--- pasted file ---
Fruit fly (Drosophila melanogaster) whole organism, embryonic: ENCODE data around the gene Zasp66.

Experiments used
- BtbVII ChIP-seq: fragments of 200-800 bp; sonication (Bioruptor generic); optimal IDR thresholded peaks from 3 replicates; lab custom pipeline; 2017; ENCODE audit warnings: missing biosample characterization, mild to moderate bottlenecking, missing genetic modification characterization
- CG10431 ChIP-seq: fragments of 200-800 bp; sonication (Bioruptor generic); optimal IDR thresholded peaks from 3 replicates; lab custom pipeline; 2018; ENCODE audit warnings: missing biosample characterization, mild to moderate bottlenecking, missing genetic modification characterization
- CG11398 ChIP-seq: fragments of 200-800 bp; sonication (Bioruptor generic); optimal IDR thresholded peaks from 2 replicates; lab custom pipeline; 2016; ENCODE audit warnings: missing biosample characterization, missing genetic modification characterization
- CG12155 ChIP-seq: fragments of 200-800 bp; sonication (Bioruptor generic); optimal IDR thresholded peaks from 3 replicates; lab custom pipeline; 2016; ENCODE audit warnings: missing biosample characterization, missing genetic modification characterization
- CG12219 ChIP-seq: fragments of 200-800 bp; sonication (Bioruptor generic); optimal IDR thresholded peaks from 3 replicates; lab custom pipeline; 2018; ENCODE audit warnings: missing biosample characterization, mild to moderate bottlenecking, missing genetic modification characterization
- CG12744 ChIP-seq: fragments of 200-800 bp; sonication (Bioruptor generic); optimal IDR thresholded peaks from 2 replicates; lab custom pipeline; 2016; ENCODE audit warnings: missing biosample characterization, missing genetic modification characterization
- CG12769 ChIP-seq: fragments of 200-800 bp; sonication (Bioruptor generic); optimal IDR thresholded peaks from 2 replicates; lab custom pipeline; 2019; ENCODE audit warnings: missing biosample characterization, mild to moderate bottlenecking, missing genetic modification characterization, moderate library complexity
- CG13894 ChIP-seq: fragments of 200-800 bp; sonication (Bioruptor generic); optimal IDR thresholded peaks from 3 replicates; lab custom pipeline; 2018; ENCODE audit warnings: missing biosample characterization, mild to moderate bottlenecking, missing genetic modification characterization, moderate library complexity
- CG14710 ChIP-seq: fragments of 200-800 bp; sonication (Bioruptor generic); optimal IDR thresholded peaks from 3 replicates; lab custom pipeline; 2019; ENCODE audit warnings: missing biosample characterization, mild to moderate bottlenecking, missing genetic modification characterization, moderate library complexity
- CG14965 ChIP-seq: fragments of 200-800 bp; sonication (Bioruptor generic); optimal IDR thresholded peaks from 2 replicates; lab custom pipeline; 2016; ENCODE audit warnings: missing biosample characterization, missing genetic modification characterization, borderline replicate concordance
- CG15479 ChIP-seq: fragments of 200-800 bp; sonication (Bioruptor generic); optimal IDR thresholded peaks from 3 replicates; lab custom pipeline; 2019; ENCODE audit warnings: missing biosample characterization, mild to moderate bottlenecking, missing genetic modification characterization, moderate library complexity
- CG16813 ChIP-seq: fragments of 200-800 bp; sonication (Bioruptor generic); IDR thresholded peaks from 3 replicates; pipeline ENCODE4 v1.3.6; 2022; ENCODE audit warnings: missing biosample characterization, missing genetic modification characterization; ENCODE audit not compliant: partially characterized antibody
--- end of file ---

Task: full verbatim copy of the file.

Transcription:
Fruit fly (Drosophila melanogaster) whole organism, embryonic: ENCODE data around the gene Zasp66.

Experiments used
- BtbVII ChIP-seq: fragments of 200-800 bp; sonication (Bioruptor generic); optimal IDR thresholded peaks from 3 replicates; lab custom pipeline; 2017; ENCODE audit warnings: missing biosample characterization, mild to moderate bottlenecking, missing genetic modification characterization
- CG10431 ChIP-seq: fragments of 200-800 bp; sonication (Bioruptor generic); optimal IDR thresholded peaks from 3 replicates; lab custom pipeline; 2018; ENCODE audit warnings: missing biosample characterization, mild to moderate bottlenecking, missing genetic modification characterization
- CG11398 ChIP-seq: fragments of 200-800 bp; sonication (Bioruptor generic); optimal IDR thresholded peaks from 2 replicates; lab custom pipeline; 2016; ENCODE audit warnings: missing biosample characterization, missing genetic modification characterization
- CG12155 ChIP-seq: fragments of 200-800 bp; sonication (Bioruptor generic); optimal IDR thresholded peaks from 3 replicates; lab custom pipeline; 2016; ENCODE audit warnings: missing biosample characterization, missing genetic modification characterization
- CG12219 ChIP-seq: fragments of 200-800 bp; sonication (Bioruptor generic); optimal IDR thresholded peaks from 3 replicates; lab custom pipeline; 2018; ENCODE audit warnings: missing biosample characterization, mild to moderate bottlenecking, missing genetic modification characterization
- CG12744 ChIP-seq: fragments of 200-800 bp; sonication (Bioruptor generic); optimal IDR thresholded peaks from 2 replicates; lab custom pipeline; 2016; ENCODE audit warnings: missing biosample characterization, missing genetic modification characterization
- CG12769 ChIP-seq: fragments of 200-800 bp; sonication (Bioruptor generic); optimal IDR thresholded peaks from 2 replicates; lab custom pipeline; 2019; ENCODE audit warnings: missing biosample characterization, mild to moderate bottlenecking, missing genetic modification characterization, moderate library complexity
- CG13894 ChIP-seq: fragments of 200-800 bp; sonication (Bioruptor generic); optimal IDR thresholded peaks from 3 replicates; lab custom pipeline; 2018; ENCODE audit warnings: missing biosample characterization, mild to moderate bottlenecking, missing genetic modification characterization, moderate library complexity
- CG14710 ChIP-seq: fragments of 200-800 bp; sonication (Bioruptor generic); optimal IDR thresholded peaks from 3 replicates; lab custom pipeline; 2019; ENCODE audit warnings: missing biosample characterization, mild to moderate bottlenecking, missing genetic modification characterization, moderate library complexity
- CG14965 ChIP-seq: fragments of 200-800 bp; sonication (Bioruptor generic); optimal IDR thresholded peaks from 2 replicates; lab custom pipeline; 2016; ENCODE audit warnings: missing biosample characterization, missing genetic modification characterization, borderline replicate concordance
- CG15479 ChIP-seq: fragments of 200-800 bp; sonication (Bioruptor generic); optimal IDR thresholded peaks from 3 replicates; lab custom pipeline; 2019; ENCODE audit warnings: missing biosample characterization, mild to moderate bottlenecking, missing genetic modification characterization, moderate library complexity
- CG16813 ChIP-seq: fragments of 200-800 bp; sonication (Bioruptor generic); IDR thresholded peaks from 3 replicates; pipeline ENCODE4 v1.3.6; 2022; ENCODE audit warnings: missing biosample characterization, missing genetic modification characterization; ENCODE audit not compliant: partially characterized antibody